The first phase of the project will include 20 to 30 semistructured in-depth interviews and eight focus group discussions. All qualitative data collection will involve a diverse sample of transfeminine, transmasculine, and nonbinary individuals. We will use purposive sampling to increase the racial and sexual orientation diversity of the participants [20]. Upon initial saturation, theoretical sampling and additional interviews (up to 30) may be conducted to expand upon or confirm findings from initial interviews if necessary [21]. In order to account for different types of data, we will use a two-pronged approach for conducting the focus group discussions. There will be asynchronous and synchronous focus group designs, with the aim of conducting four of each type of focus group discussion. The in-depth interview and four synchronous focus group discussions will be conducted using HIPAA-compliant video-based teleconferencing software. The four asynchronous focus group discussions will be conducted via FocusGroupIt for text-based focus group discussions, a format that works well for maximal anonymity on sensitive topics, and to allow participation from geographically dispersed participants across multiple time zones. Each focus group discussion will contain between 5 and 10 participants. Synchronous focus group discussions and in-depth interviews will be conducted virtually, using the HIPAA-compliant secure Zoom platform. After screening and enrolling, study staff will call participants to schedule the focus group discussion or in-depth interview.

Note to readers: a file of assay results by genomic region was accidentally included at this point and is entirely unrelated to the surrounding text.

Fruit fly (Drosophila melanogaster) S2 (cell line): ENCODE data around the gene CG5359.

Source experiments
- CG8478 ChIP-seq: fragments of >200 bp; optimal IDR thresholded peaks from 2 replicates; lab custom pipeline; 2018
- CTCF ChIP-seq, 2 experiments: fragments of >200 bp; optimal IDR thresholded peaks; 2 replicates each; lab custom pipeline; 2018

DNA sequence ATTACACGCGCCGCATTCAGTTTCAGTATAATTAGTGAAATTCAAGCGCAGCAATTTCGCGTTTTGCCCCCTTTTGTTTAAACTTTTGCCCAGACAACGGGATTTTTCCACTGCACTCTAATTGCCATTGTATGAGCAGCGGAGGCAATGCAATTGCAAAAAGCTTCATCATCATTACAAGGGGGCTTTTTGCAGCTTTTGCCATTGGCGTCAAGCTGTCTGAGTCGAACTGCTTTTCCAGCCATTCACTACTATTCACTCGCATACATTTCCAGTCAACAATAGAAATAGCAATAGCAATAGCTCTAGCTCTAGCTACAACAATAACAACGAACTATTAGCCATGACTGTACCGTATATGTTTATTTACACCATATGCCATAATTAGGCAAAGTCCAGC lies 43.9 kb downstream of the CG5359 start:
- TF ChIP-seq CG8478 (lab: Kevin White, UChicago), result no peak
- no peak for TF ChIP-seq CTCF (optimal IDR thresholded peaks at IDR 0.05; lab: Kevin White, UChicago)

The in-depth interview and focus group discussion will serve unique purposes. The in-depth interview will focus on collecting IPV narratives from survivors of IPV and understanding the specific abusive behaviors that took place, the perceived triggers of violent events, and how violence behaviors evolved over the course of the relationship and over the course of the individual’s gender transition. After the in-depth interviews are transcribed, we will extract behaviors considered abusive by survivor participants and craft potential screening items to screen for these behaviors, using in vivo language as provided by survivors to the extent possible. The focus group discussion will enroll both individuals who have and who have not experienced IPV, and explore group norms and perceptions of IPV. The moderator will ask the participants if each of the potential screening items identified in the in-depth interview is considered violent, and will ask participants to name other actions that may be considered violent in a relationship, probing around actions specific to the transgender experience. We will also ask participants about items from commonly used scales, such as the CTS, and from other trans-specific IPV scales that have been developed in the past [2,13,14]. We will then ask focus group discussion participants to talk about what other behaviors they would consider abuse that we have not yet asked about. This process will ensure that the full range of IPV as experienced by transgender and gender diverse individuals will be captured by the scale based on qualitative data collection capturing the lived experiences of transgender and gender diverse participants. The qualitative data collection will be conducted by a transgender moderator. Participants will receive US $50 compensation sent via a Mastercard gift card for participation in the in-depth interview and US $30 for participation in the focus group. Participants who participate in the in-depth interview will not be eligible for the focus group discussion.